Trainees at the recent KEF–IC personal protection seminars ranged from solicitors and surgeons through to tradies, personal trainers and security professionals. The Level 1 courses, taught by Kinetic Fighting creator and Chief Instructor Paul Cale, ran from March to June 2019. After starting in Sydney, Cale then took the new program to Melbourne, Brisbane, Canberra and Perth.
And the timing was just right for some, who put their training into practice sooner than anticipated.
“[Following the course] I was able to de-escalate a potentially violent encounter, simply because I was confident that I was able to handle the situation,” reported Sydney finance broker Simon. “It was empowering…the agitator quickly realised that I was not scared and that I was comfortable with the thought of violence, and chose to withdraw.”
The training Simon received was focused on the mindset needed to effect combative skills as much as the essential skills themselves. Another key topic was awareness — of one’s own thinking and abilities, as much as one’s situation.
The courses also drew a number of serving Australian Defence Force personnel, several groups of police officers and numerous martial arts instructors. However, sharing the mats with them were many others who lacked any prior self-defence experience at all.
One newcomer, Nikki, said she’d benefited from the inclusive atmosphere on the Brisbane course: “I had the best partner… he was very gentle with me,” she said. “I gained everything, as I had none of these skills prior. I believe they were all relevant, and a great basic introduction for being responsible when it comes to protection and control.”
Likewise, part-time self-defence instructor Patrick (a designer of online user-experiences by day) commended the mindset and culture on display in Sydney. “It shows in how the instructors interact with participants, how the participants conduct themselves throughout and how everyone practises the material: It’s done safely, practically and with a strong sense of realism,” he said.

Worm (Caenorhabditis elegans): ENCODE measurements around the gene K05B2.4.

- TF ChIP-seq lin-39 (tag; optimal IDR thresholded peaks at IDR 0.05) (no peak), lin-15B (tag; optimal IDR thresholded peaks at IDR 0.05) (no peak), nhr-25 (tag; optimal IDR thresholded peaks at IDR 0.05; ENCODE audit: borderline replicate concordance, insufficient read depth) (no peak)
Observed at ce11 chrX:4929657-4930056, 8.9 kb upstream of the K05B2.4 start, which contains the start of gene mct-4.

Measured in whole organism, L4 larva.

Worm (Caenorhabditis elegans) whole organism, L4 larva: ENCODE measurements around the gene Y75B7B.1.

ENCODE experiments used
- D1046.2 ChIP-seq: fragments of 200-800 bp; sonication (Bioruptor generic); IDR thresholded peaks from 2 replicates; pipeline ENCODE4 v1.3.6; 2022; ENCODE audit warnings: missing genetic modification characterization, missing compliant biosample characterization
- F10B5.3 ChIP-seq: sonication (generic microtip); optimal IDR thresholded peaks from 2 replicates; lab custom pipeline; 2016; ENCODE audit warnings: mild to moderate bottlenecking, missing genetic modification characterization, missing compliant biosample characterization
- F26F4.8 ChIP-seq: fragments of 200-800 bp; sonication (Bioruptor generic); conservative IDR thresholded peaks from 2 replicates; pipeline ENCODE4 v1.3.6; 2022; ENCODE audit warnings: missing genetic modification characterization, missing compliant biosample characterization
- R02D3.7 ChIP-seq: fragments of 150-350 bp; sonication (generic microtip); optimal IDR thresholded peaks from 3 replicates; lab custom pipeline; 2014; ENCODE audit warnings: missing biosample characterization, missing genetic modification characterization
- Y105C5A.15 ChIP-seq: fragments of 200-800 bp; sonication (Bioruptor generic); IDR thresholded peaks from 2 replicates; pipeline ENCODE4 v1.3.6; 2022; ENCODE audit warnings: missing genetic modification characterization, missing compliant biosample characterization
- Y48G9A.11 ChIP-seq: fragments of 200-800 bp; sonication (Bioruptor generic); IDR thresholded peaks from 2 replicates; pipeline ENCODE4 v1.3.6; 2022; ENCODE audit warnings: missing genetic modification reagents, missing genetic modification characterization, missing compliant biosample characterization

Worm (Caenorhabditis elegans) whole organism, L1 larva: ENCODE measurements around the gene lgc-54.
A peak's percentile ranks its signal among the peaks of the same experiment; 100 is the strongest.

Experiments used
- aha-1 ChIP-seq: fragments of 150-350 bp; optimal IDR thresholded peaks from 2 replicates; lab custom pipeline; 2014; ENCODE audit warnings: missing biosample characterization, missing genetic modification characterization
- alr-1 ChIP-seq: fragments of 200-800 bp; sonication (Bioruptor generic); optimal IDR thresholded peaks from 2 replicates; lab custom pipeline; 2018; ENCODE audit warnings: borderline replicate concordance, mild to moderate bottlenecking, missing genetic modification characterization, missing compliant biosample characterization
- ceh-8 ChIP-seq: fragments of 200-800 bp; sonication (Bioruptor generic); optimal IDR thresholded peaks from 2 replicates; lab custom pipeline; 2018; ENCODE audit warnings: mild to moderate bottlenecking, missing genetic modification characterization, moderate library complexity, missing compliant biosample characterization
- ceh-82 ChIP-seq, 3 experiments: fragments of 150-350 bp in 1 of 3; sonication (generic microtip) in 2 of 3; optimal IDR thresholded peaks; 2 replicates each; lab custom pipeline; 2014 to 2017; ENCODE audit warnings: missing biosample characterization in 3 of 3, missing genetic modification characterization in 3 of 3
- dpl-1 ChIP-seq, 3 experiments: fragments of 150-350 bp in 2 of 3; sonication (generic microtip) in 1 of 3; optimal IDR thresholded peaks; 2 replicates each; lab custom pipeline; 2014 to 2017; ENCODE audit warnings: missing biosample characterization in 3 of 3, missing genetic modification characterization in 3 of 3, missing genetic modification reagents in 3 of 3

Cale said he was pleased to see the leap in progress made by the beginners on each course. “Some, especially the women, were surprised that they could apply the simple techniques and principles. But, in many cases, it’s about believing you can; you first have to adopt the intent before you can realise the action,” he explained.
“People may not know it, but even within Army, we teach a lot of women. Female ADF personnel are taking more front-line roles these days and we prepare them for that through the Army Combatives Program.”
Beginners join the likes of Hanshi Bryson Keenan, 8th Degree karate black-belt (centre, in black T-shirt), on the KEF–IC course in Brisbane.
But once KEF staff had encouraged Kim onto the mat, everything changed. After completing the full Level 1-Alpha course, she cited among her essential takeaways “the importance of staying mentally and physically strong”.
“My beginning might have been humble, yet my smile in the photo tells me how much I have become empowered,” Kim reflected. “After the course, I indeed came home feeling stronger about myself.”
Cale said first-timers were often surprised by what could be learned in just four hours, even without the cognitive catalyst of high pressure.
“Our Personal Combatives courses — especially the first one — are not about breaking trainees down and heaping pressure on them, Army-style,” he said. “Instead it’s about changing people’s way of thinking about violence and how they approach it. We focus on behavioural and physical commonalities and how we can affect these by applying some very simple and retainable principles.”
Dr Dan Donner, a heart microsurgeon working in research, completed both Level 1 modules in Melbourne. He summed up the experience for many: “It’s an excellent course; confronting but critical information, even for a civilian like myself. The Bravo course imparts a practical understanding of the realities of violence and the priorities during close-quarter combat,” he said.
“Paul is an exceptional teacher and leader; it’s a real privilege to draw such insight from his demonstrated wealth of experience in the field. If only I had such captivating anecdotes to draw on in my lectures to med’ students, they might learn a thing or two!”